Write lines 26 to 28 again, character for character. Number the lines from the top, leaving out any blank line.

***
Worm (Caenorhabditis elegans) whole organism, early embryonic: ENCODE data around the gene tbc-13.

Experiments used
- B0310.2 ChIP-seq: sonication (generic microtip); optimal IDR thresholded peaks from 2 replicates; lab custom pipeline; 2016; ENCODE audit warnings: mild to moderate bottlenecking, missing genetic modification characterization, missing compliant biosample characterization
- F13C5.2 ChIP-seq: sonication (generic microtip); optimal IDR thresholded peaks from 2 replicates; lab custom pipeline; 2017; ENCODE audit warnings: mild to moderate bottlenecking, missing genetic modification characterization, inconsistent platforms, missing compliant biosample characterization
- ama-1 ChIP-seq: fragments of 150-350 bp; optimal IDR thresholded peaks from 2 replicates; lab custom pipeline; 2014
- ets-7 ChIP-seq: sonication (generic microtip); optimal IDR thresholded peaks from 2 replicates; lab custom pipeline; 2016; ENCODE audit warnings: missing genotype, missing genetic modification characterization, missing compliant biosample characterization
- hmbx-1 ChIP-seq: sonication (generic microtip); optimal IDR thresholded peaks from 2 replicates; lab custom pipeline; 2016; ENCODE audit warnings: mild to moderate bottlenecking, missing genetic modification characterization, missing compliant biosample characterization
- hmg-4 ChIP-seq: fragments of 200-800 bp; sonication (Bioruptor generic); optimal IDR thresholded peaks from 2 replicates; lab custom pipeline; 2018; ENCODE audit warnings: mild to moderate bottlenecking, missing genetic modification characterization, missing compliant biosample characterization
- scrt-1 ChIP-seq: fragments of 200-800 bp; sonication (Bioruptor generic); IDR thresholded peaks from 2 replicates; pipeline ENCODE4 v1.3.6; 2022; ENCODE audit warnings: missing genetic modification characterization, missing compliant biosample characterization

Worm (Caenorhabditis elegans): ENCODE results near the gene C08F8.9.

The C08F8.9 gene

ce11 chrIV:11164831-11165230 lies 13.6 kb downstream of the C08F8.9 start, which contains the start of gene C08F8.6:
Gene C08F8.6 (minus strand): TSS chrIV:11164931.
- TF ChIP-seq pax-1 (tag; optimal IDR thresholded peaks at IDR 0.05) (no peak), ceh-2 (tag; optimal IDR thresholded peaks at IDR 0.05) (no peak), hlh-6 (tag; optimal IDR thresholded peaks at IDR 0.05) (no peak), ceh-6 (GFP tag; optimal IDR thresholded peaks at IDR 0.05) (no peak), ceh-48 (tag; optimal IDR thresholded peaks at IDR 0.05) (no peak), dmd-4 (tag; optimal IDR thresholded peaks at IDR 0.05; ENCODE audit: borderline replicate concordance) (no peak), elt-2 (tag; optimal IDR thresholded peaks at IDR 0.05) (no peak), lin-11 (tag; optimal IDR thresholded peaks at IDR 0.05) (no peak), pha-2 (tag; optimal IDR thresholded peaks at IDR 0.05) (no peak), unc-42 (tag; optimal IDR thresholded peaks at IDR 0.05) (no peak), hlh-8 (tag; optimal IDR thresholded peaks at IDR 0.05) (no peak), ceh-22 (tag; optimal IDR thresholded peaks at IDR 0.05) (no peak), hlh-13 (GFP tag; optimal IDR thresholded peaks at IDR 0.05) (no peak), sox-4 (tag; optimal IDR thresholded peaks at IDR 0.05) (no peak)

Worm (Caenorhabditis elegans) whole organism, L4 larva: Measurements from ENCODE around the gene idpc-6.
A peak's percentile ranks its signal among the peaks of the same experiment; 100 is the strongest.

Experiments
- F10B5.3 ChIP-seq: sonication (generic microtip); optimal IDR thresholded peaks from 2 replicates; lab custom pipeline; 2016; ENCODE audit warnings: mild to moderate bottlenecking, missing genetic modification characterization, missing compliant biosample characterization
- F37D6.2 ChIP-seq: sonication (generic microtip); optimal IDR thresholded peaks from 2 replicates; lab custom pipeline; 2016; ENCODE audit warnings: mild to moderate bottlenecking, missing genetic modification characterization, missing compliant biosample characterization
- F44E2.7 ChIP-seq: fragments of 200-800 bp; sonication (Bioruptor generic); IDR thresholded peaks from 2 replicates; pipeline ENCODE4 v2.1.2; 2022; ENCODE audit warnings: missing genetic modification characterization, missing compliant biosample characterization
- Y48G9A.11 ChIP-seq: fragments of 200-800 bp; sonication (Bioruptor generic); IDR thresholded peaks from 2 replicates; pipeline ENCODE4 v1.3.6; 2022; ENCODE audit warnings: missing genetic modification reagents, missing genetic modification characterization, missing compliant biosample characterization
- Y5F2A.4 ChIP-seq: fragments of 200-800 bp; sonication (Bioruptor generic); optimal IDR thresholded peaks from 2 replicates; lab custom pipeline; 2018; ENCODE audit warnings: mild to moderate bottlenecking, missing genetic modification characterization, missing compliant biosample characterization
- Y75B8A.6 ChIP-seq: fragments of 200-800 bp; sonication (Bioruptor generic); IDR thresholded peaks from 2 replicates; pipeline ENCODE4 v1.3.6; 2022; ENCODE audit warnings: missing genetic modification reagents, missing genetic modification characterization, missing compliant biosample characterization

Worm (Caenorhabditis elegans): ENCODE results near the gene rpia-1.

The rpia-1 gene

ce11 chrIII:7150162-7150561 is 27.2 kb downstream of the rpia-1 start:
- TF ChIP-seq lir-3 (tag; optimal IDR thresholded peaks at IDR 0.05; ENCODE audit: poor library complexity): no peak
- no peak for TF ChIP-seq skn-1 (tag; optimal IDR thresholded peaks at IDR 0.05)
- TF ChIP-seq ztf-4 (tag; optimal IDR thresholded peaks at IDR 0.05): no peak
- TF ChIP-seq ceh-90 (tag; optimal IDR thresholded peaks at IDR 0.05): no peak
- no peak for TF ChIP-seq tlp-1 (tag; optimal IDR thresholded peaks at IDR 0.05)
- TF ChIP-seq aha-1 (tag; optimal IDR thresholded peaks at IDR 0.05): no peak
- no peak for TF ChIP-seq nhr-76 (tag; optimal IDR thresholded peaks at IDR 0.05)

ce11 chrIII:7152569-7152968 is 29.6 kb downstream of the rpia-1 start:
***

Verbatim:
ce11 chrIII:7150162-7150561 is 27.2 kb downstream of the rpia-1 start:
- TF ChIP-seq lir-3 (tag; optimal IDR thresholded peaks at IDR 0.05; ENCODE audit: poor library complexity): no peak
- no peak for TF ChIP-seq skn-1 (tag; optimal IDR thresholded peaks at IDR 0.05)